Talk:Institute of Noetic Sciences

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No! The article noetic should not be merged into this article !!!! I beleive noetic is an old word, used in religious and philospohical literature long before there were astronauts or instutes of neotic sciences.linas 22:01, 19 November 2005 (UTC)

Seconded. The Institute of Noetic Sciences is a specific organisation devoted to the study of what many would call parapsychology or transpersonal psychology. (The reason the designation "noetic science" (or, noetic scientist) is used is because not all individuals involved in frontier consciousness research are themselves psychologists - many are statisticians, biologists, medical doctors, physicists, etc.,.) The word noetic itself is a philosophical term and merging these articles would be utterly illogical.
The second above is not exactly correct. The mission of the Institute is "Exploring the frontiers of consciousness to advance individual, social, and global transformation." This includes parapsychology, but the Institute is interested in a broader range of topics. As just one example, from its beginning IONS has studied the role of consciousness in healing. From its early research came today's mainstream interest in mind/body medicine, the health effects of meditation, and psychoneuroimmunology. As often occurs when a previously controversial topic becomes mainstream, the origins of these concepts are forgotten. —Preceding unsigned comment added by (talkcontribs)
Does anyone have an idea why there's a neutrality tag on the article? The article seems to be a pretty straightforward description of what the Noetic Institute studies, and there doesn't seem to be any controversy here in the talk section.A.V. 17:02, 19 April 2006 (UTC)
I can't recall whether I add the tag (which someone must have removed) but if I did, I probably meant that the sentence claiming that this organization uses science to explore yadda yadda should be neutralized, perhaps by a quotation of the mission statement. My point: it is not clear to me that mainstream scientists would uncritically agree with the implication that Noetic Institute is a scientific organization.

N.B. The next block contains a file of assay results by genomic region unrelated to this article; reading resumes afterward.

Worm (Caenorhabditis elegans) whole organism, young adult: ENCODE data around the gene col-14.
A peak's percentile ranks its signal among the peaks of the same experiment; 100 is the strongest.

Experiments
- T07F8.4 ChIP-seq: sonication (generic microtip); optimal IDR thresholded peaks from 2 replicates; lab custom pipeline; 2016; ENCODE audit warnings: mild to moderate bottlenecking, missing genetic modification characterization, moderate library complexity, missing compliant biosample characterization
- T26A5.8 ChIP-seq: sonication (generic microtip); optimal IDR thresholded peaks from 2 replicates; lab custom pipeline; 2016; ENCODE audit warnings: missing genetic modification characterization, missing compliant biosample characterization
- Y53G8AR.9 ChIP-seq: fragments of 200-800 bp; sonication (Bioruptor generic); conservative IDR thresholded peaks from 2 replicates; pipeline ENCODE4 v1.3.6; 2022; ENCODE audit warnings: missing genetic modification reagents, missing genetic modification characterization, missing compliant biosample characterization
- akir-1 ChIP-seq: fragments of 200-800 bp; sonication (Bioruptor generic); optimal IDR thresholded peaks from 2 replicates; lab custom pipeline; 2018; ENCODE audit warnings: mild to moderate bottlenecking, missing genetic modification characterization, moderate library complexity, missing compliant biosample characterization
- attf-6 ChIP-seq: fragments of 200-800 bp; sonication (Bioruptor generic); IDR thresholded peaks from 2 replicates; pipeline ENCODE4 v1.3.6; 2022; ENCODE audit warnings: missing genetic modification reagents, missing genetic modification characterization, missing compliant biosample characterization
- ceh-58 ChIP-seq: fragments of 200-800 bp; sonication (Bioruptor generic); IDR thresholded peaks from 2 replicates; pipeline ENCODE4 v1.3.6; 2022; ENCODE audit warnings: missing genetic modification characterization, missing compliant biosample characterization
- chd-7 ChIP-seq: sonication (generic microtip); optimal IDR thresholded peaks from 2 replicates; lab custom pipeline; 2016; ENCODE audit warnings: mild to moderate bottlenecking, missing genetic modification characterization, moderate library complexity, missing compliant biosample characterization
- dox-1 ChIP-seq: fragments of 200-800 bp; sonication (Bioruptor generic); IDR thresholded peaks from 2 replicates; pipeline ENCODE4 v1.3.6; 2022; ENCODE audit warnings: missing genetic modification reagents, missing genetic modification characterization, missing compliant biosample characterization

Also: anon, not everyone would agree with your claim that the topics you mentioned are entirely "mainstream".---CH 23:47, 30 May 2006 (UTC)


I would suggest moving the following to a new 'criticisms' section of the article: The skeptical organization Quackwatch lists IONS as a voluntary organization it views with "considerable distrust.". Quackwatch are no more reputable than many of the organisations they criticise, they are hardly notable and little more than a personal project for Stephen Barrett. They are also through Barrett closely linked with CSICOP who are also far from neutral. In light of this to place them in the first paragraph of this article is far too POV, that is why I attempted to make the addition more NPOV. Thanks - Solar 18:42, 27 October 2006 (UTC)

I don't know much about the organization honestly, but they do seem to be at least a little controversial. I don't have a problem with moving the critique from the intro to the next paragraph, but there ought to be some sort of critical voice in the article. — e. ripley\talk 18:53, 27 October 2006 (UTC)
I'm okay with the line of criticism not being located in the intro paragraph, but I'm not okay with it being relegated to the very bottom of the article. One line doesn't deserve its own section header, and I believe integrating criticisms into the article text is preferred rather than dividing it up into a separate section. — e. ripley\talk 19:03, 27 October 2006 (UTC)
It is usual practice to place the criticisms after the main explanation. But at present I'm not even sure why this statement has been included, Quackwatch have no real relevance and they don't even make any direct statement to do with IONS, they have just been included in a list. You admit you don't know much about Quackwatch, so it just looks like an attempt to add criticism to the article for the sake of it. I think in situations like this it may be better to see if we can gain a consensus on how to include the information if at all. I would like to invite other users to comment maybe a post to both project Rational Skepticism and Paranormal might help. For now I will leave it as is until some other members comment. - Solar 21:06, 27 October 2006 (UTC)